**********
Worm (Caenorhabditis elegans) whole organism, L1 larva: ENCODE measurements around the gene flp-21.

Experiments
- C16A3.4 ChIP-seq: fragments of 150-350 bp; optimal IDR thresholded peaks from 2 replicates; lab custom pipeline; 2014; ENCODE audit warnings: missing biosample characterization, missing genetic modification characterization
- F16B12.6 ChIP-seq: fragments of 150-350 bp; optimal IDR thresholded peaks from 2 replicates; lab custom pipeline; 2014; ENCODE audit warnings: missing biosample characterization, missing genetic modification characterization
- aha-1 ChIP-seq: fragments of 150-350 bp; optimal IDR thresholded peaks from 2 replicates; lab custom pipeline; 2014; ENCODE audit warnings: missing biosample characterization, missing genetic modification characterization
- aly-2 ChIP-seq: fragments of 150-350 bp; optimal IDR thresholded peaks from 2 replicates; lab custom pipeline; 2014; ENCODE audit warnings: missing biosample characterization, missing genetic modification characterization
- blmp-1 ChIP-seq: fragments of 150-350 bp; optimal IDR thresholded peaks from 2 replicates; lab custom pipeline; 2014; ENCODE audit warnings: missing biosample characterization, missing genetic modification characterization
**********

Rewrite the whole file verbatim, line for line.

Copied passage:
Worm (Caenorhabditis elegans) whole organism, L1 larva: ENCODE measurements around the gene flp-21.

Experiments
- C16A3.4 ChIP-seq: fragments of 150-350 bp; optimal IDR thresholded peaks from 2 replicates; lab custom pipeline; 2014; ENCODE audit warnings: missing biosample characterization, missing genetic modification characterization
- F16B12.6 ChIP-seq: fragments of 150-350 bp; optimal IDR thresholded peaks from 2 replicates; lab custom pipeline; 2014; ENCODE audit warnings: missing biosample characterization, missing genetic modification characterization
- aha-1 ChIP-seq: fragments of 150-350 bp; optimal IDR thresholded peaks from 2 replicates; lab custom pipeline; 2014; ENCODE audit warnings: missing biosample characterization, missing genetic modification characterization
- aly-2 ChIP-seq: fragments of 150-350 bp; optimal IDR thresholded peaks from 2 replicates; lab custom pipeline; 2014; ENCODE audit warnings: missing biosample characterization, missing genetic modification characterization
- blmp-1 ChIP-seq: fragments of 150-350 bp; optimal IDR thresholded peaks from 2 replicates; lab custom pipeline; 2014; ENCODE audit warnings: missing biosample characterization, missing genetic modification characterization